Katya Adler wins 2019 British Journalism Review Charles Wheeler Award

15th May 2019

Katya Adler has won the 2019 Charles Wheeler award for Outstanding Contribution to Broadcast Journalism, which is now in its 11th year.

Katya is the BBC’s Europe editor, and has become a familiar face and voice during the protracted Brexit negotiations. She started her journalism career with the Austrian public broadcaster ORF before joining the BBC in 1998. After stints as the BBC’s correspondent in Berlin, Madrid and the Middle East, she was appointed as the BBC’s Europe Editor in April 2014.

During her distinguished career, Katya has reported from Kosovo, Asia, North Africa, Mexico, Gaza, Lebanon, Syria and Libya as well as most European countries. She has written and presented current affairs programmes on the BBC World Service and several long documentaries, as well as recent programmes on the impact of Brexit on both the UK and Europe.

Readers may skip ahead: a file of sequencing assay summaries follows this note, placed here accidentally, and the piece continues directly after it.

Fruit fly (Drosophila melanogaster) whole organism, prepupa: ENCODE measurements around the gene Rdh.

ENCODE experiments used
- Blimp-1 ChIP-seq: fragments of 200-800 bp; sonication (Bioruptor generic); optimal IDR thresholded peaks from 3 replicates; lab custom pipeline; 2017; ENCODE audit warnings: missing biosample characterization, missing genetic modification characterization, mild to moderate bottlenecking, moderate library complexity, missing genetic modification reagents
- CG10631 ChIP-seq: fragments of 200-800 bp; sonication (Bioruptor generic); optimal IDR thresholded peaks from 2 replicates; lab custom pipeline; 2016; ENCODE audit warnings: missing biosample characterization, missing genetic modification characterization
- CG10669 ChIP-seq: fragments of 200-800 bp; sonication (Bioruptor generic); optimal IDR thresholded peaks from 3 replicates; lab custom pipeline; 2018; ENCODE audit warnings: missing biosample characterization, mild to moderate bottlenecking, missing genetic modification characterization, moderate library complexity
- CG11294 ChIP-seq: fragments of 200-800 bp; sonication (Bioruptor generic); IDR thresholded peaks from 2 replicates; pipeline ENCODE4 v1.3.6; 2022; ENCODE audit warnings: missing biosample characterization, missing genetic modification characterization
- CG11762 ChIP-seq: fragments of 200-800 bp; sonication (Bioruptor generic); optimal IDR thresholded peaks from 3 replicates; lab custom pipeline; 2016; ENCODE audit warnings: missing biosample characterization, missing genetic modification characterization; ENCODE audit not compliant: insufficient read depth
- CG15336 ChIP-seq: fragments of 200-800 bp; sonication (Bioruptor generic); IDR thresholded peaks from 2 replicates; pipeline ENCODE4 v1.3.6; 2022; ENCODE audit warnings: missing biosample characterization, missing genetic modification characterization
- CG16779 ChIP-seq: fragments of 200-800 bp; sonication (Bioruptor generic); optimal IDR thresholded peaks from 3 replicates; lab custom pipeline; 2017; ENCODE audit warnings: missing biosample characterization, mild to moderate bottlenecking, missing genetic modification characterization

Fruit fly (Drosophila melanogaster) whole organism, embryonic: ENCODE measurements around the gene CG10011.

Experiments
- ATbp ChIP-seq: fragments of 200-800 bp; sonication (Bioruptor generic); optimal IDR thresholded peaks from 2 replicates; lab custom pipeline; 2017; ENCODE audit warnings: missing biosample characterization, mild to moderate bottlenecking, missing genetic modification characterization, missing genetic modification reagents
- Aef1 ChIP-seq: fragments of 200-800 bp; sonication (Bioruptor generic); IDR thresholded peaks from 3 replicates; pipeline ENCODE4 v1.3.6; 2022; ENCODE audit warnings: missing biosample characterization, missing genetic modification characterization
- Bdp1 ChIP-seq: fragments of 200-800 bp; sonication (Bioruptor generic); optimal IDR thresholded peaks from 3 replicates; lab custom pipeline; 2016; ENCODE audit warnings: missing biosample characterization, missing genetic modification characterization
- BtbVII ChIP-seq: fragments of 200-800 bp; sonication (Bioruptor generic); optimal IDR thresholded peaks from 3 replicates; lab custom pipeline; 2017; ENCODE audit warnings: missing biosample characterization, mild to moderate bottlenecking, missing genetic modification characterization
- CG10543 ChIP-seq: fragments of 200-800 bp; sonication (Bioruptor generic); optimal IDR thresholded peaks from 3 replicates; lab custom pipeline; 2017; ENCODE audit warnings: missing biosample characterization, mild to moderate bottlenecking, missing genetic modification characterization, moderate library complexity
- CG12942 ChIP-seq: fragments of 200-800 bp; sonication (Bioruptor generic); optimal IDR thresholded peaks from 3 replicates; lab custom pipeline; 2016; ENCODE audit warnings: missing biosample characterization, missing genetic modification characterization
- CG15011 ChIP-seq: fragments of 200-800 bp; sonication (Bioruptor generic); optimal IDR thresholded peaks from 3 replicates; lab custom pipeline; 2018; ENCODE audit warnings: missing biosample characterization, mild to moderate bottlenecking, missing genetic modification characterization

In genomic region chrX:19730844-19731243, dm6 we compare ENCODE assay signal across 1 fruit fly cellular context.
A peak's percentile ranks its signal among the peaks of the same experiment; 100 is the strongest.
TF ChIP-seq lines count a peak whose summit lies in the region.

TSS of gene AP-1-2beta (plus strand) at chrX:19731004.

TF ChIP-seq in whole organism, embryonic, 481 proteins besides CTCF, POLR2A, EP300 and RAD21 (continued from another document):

Katya’s ability to decipher and explain the EU’s approach to Britain’s political gridlock has been a defining feature of BBC coverage over the last two years, culminating more recently in the unmissable Brexitcast podcasts. She is fluent in several European languages, and has honorary doctorates from the universities of Bristol and London in recognition of her work.

Katya Adler will be presented with the Charles Wheeler award at a ceremony at the University of Westminster’s newly restored Regent Street Cinema on Monday 17 June at 5:45pm. 

The event will also feature a keynote speech by James Naughtie, an eminent broadcaster and author who has presented Today on Radio 4 for twenty-one years and is now special correspondent for BBC News. James joined the BBC in 1988 after a career in newspapers – The Press and Journal, The Scotsman and The Guardian – and has since reported from around the world. He presents Radio 4’s Bookclub and is the author of several books, including The Rivals which charted the stormy political relationship between Tony Blair and Gordon Brown, and two political thrillers. He is now writing an account of experiences in the United States over more than forty years, to be published in October.

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